Crime and Thriller books reviewer
His talents are many - novelist, art critic, curator, editor - but first and foremost he's a poet; one of our best. The release of his
is a significant event in NZ poetry, updating and expanding the earlier
and includes the out-of-print
from 2001. A Wedde poem has a way of making even the most familiar streets new again and now at 70, he remains at the top of his game. In the last poem of this new
he describes a trip on Auckland's Link bus and turns in a stunning poem on place, memory, art, family and perception. And - unlike the Link Bus - this event is free.
Ian Rankin: I had the pleasure of interviewing Ian Rankin recently and despite the late hour in Edinburgh, found him fascinating company - funny, humble and disarmingly honest. Mark Sainsbury hosts the Scottish crime writer for this event and odds on it'll be a lively discussion. This year Rebus, Rankin's Edinburgh detective, celebrates 30 years on the page and if there's anything you wanted to know about Rebus, Rankin or crime fiction here's your chance. An Evening with Ian Rankin; ASB Theatre, Aotea Centre; Friday, May 19, 7pm-8.15pm.
Food books reviewer
My typical writers' festival agenda tends to the gloomy and obscure. Scientists talking in plain English are my favourites, as I just can't read that stuff on my own. This year my "gloomy scientist" is Lawrence Krauss, the theoretical physicist and cosmologist who chairs the Bulletin of Atomic Scientists. His cheery gang has just moved the Doomsday Clock 30 seconds closer to midnight and the professor has 50 minutes to tell us about climate change, the threat of nuclear weapons and how to avoid an apocalypse.
Jay Rayner: Sadly, I was not fast enough to eat lunch at Masu with Guardian food critic Jay Rayner, so I'll be lining up to watch him help Chris [Parker] and Tom [Sainsbury] write a book on Wednesday and sprinting back on Friday night to hear The Ten (Food) Commandments. I have been told he will not be repeating the late AA Gill's excruciating dinner out in Auckland, but I'd love to share icecream after the show. Chris and Tom Write a Book; Heartland Festival Room, Aotea Square; Wednesday, May 17 and Thursday, May 18 9pm-10pm (different guests each night). Jay Rayner, The Ten (Food) Commandments, ASB Theatre; May 19, 8.45pm-10pm.
Paul Beatty: Because I've been engrossed in the slave stories and essays on America's troubled heartland these past months (note to organisers: Colson Whitehead, Arlie Russell Hochschild and George Packer next year?), Paul Beatty's The Sellout satire of what racism has done to black Americans may help me understand a little more - or at least give me a reading list for the rest of the year. Paul Beatty, The Sellout; ASB Theatre; Friday, May 19, 2.30pm-3.30pm.
Editor-in-chief of the
The Writers Festival Session is a peculiar entertainment format, like displaying the goose who laid all the golden eggs. So my picks are a little different from "ye olde" one-on-one conversations. All three of these sessions, and numerous others, are free. The Aotea precinct always has a great atmosphere during the festival, and it's open to all, as it should be.
Stella and guests: For night owls, the matching of Stephanie Johnson, Renee Liang and John Lanchester, with the "irrepressible" Stella Duffy in the Graham Norton role, is inspired. Each of the very different guests is wonderfully outspoken in their own field. In writing, Lanchester is my second favourite economics explainer after Shamubeel Eaqub and, judging by past performances of Johnson and Liang, it should be a witty and charismatic fun Saturday night. Stella and Guests, Heartland Festival Room; Friday, May 19 and Saturday, May 20 (different guests each evening); 9.30pm-10.30pm.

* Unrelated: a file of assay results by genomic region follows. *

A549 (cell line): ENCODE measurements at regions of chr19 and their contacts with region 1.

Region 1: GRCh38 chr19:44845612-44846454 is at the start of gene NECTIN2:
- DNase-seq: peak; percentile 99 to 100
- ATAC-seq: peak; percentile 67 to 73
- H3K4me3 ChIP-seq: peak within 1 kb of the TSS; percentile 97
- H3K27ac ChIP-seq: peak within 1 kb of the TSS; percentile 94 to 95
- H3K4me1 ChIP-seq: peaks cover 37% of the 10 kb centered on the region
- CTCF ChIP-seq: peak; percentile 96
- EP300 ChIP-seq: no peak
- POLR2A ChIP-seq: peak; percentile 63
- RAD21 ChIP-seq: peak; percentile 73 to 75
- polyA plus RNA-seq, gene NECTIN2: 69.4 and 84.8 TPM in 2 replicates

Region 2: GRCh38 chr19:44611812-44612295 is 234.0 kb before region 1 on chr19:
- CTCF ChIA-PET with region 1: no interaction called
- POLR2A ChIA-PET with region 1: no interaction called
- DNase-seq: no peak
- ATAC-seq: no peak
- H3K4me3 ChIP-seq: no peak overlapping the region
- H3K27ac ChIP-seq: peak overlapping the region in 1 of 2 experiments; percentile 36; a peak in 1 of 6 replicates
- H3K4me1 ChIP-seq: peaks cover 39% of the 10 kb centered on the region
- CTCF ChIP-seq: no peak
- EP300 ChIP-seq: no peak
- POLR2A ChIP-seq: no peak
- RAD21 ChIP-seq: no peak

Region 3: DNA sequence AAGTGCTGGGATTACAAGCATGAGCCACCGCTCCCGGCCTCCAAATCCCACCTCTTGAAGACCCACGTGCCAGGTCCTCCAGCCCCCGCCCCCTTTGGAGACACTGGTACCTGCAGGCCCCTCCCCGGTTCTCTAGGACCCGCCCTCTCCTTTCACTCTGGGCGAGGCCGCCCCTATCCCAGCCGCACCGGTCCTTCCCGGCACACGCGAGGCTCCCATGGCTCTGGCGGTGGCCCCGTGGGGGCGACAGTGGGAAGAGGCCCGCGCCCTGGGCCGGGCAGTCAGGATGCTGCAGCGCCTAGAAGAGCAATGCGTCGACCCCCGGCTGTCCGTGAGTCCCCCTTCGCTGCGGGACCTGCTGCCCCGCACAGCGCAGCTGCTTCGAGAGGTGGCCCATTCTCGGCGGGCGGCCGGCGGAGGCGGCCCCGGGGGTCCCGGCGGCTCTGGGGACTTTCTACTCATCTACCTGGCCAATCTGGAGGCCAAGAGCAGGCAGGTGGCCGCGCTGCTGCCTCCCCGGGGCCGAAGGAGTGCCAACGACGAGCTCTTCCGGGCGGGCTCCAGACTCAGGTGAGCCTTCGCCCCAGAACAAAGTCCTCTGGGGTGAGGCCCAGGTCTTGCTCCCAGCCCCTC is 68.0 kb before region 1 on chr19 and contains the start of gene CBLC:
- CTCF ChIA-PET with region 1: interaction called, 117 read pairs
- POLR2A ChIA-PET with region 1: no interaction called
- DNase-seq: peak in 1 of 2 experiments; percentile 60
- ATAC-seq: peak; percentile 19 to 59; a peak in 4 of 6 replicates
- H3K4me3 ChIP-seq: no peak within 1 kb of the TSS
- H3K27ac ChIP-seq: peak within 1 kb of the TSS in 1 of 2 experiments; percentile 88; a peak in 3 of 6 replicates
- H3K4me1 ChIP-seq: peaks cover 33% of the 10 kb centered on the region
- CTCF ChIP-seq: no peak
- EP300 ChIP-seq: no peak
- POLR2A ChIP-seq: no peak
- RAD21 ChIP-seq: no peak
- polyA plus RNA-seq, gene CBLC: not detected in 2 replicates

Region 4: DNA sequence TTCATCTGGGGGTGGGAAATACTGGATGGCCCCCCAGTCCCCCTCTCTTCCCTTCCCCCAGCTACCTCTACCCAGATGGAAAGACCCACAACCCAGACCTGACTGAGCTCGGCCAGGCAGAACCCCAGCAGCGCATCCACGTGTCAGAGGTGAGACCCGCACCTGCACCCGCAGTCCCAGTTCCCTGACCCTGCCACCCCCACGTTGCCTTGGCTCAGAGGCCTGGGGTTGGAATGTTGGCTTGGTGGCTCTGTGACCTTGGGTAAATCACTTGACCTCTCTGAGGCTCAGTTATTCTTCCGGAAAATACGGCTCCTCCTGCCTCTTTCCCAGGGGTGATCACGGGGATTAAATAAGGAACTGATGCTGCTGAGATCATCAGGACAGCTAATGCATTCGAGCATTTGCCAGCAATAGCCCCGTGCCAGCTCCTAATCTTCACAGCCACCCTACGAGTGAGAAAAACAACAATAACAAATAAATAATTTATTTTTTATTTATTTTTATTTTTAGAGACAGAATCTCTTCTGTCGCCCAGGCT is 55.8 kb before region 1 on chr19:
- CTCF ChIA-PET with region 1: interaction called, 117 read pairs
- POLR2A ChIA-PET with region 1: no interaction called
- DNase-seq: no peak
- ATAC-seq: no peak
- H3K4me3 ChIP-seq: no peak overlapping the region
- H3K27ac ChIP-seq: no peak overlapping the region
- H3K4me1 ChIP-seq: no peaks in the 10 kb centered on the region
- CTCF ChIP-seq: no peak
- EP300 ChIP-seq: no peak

1001 Nights in Auckland: Scheherazade's stories reset in contemporary Tamaki Makaurau by students from Edmund Hillary, Manurewa and Otahuhu Colleges assisted by Paula Morris. I love a good retelling - pouring new meaning into an old wineskin - and Middle Eastern and South Asian classics make an astute change from Shakespeare. Also: who doesn't love to see their city onstage, through the eyes of younger denizens? 1001 Nights in Auckland; Upper NZI Room, Aotea Centre; Saturday, May 20, 4.30pm-5.30pm.
Tina Makereti: In her Poutokomanawa - the Heartpost lecture, Makereti will dare to address the white elephant in the room: the lack of non-Pakeha literature published here. It's an important and, as can be seen from the Ockham's shortlist, overdue discussion. Tina Makereti, Poutokomanawa - the Heartpost; Heartland Festival Room; Wednesday, May 17, 5pm-5.45pm
Poetry books reviewer
My first choice is the powerful, provocative British Poet Laureate Carol Ann Duffy who'll be doing several sessions intersecting words and music with musician John Sampson, and judging the Sarah Broom Poetry Prize. My friend Broom was an amazing poet. The prize, a legacy established after her death, has become one of our foremost poetry awards. I'm looking forward to seeing Duffy deliver her selection.
George Saunders: His brilliant first novel, Lincoln in the Bardo, is next on my reading list; the festival will be a great opportunity to hear him read from and discuss the development of this important new book. In the Bardo, George Saunders, ASB Theatre, Saturday, May 20, noon-1pm. See profile, pages 6-7.
Teju Cole: I've long been captivated by Nigerian-US author Teju Cole's emotive, impactful prose. Winner of multiple awards, his novel, Open City and recent essay collection, Known and Strange Things are outstanding, so getting the opportunity to see him reflecting on crafting the latter book is unmissable. Known and Strange Things: Teju Cole, ASB Theatre, Friday, May 19, 1-2pm; 12 Photography Favourites, Lower NZI Room, Aotea Centre Sunday, May 21, noon-1pm.